Fife College has brought in an innovative system to live stream lessons to students to make sure that they don’t miss out on their learning experience.

The College is currently using a blended learning approach due to the Coronavirus, with some students carrying out their studies online.

For subjects such as Maths and Biology this has led to classes being split in two, with students rotating who will be in class and who will be studying from home each week.

However this had the potential to limit the amount of face-to-face teaching students received, so the College has introduced a live-stream of lessons, meaning that those studying at home can participate in the class and ask questions of the lecturer throughout.

The classes also include an interactive whiteboard so that students can see what is being written up by the lecturer and interact with it, and it also allows for captions to be included and for an interpreter to appear on screen for those who are hearing impaired.

If students are unable to watch the lesson as it happens, they also have the opportunity to watch a recording of it that is uploaded on to Microsoft Teams afterwards.

Stewart McDonald, Academic Head for Engineering, Science and Mathematics at Fife College, said:

“Given the measures we’ve put in place to ensure the health and safety of staff at Fife College, it’s not been possible to have all students return to class.

“This left some facing a reduction in the amount of face-to-face teaching time that they receive, which could potentially have an impact on their studies.

“The College’s priority during these times is to ensure the best possible learning experience for all students, which is why we developed this system of live streaming lessons to those who aren’t in class.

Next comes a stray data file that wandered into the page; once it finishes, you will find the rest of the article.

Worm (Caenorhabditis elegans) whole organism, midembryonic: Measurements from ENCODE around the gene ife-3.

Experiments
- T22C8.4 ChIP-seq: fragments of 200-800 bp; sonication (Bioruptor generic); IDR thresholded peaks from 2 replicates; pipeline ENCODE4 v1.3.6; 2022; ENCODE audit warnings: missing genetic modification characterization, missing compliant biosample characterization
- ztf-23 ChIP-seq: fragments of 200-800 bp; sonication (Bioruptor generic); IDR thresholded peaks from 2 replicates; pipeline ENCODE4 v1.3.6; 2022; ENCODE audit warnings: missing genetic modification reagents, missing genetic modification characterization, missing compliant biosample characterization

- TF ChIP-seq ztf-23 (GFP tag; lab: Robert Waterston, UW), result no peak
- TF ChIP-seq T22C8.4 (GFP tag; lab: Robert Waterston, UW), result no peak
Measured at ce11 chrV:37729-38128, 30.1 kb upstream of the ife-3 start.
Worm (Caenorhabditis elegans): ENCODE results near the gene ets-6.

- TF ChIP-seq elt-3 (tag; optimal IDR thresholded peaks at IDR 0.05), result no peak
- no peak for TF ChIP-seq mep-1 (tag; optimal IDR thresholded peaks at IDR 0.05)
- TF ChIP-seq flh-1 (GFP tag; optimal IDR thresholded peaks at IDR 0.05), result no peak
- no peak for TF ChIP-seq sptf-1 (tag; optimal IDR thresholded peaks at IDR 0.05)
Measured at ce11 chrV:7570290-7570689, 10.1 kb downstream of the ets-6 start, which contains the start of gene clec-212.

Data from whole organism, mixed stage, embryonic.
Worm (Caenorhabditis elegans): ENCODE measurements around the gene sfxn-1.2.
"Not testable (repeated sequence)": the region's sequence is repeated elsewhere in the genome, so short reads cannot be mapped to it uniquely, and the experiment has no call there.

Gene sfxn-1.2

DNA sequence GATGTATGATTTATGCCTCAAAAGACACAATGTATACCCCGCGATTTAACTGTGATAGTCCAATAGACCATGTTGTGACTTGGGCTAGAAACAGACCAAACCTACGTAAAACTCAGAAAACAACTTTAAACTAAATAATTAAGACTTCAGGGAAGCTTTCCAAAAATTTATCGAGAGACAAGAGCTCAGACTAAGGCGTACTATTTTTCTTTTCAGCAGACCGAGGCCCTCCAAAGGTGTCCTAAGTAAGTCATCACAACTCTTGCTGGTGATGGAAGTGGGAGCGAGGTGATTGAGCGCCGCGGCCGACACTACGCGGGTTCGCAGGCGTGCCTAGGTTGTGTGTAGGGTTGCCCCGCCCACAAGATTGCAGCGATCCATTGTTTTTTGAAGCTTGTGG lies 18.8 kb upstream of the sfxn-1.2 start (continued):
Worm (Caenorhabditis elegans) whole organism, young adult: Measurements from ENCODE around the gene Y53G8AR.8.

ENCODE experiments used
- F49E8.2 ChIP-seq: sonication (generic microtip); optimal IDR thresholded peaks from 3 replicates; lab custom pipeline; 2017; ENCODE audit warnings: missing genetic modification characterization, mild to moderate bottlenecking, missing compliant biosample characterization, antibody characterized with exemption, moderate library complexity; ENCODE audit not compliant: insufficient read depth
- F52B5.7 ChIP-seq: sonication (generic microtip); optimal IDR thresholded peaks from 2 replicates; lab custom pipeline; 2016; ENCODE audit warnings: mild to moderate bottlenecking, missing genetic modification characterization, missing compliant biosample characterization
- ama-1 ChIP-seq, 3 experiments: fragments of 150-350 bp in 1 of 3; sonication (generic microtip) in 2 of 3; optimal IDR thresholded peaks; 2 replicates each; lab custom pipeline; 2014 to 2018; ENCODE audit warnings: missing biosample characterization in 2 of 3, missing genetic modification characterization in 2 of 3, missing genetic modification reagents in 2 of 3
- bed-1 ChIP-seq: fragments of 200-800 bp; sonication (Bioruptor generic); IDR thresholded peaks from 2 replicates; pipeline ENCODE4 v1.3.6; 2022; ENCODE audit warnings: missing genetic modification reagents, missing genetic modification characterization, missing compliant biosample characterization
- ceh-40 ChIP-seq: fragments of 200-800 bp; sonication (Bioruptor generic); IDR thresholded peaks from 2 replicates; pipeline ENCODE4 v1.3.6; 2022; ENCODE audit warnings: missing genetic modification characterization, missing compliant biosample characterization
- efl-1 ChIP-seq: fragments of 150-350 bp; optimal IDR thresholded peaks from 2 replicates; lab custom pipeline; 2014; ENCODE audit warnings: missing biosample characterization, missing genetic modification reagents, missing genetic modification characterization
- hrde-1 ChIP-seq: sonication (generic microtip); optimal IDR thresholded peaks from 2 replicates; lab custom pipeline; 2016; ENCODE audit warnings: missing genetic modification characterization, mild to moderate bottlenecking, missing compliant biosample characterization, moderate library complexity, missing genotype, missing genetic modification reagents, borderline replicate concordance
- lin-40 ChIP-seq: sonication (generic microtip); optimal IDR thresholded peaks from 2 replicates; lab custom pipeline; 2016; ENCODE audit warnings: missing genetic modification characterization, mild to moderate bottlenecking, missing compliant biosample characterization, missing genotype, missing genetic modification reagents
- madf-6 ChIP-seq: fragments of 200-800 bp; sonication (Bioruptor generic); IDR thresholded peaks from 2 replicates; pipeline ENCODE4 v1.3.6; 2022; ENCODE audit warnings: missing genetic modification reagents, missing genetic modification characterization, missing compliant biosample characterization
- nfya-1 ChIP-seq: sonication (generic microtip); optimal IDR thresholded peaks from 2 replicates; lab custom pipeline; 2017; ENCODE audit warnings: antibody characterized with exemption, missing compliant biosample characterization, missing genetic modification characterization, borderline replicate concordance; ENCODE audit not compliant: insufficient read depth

“Not only does it allow them to follow lessons as they happen, but they can ask questions and take part in class activities as they happen.

“We’ve already had great feedback from students, and we’ll continue to investigate ways that we can enhance their learning experience.”

The online system has proved popular with students, with Alexandra Marjoram, a student studying National 4 Maths at Fife College saying it helped her feel as if she was still in the lesson with her classmates. She said:

“It was good because despite being at home I still felt I was part of the class, I could see what was going on and raise my hand and ask questions if I had any queries.

“I could hear what other students who were studying from home were saying so it felt like we were one big class despite having been separated into different bubbles.

“If you’re needing any help or you’re struggling you can ask questions, go back to previous lectures, or you can communicate with your classmates on the chat function.”

Natalie Fisher, who is also on the National 4 Maths course is hearing impaired, and said the technology helped her understanding of lessons.

“The advantage is I can see live captions at the same time as the interpreter as some English is different from the British Sign Language, and now I have both.

“I and others who are hard of hearing have hearing aids on so we can listen in to the lesson through those which is another advantage.”

Photograph: Fife College lecturer Gillian Docherty is pictured live streaming a class.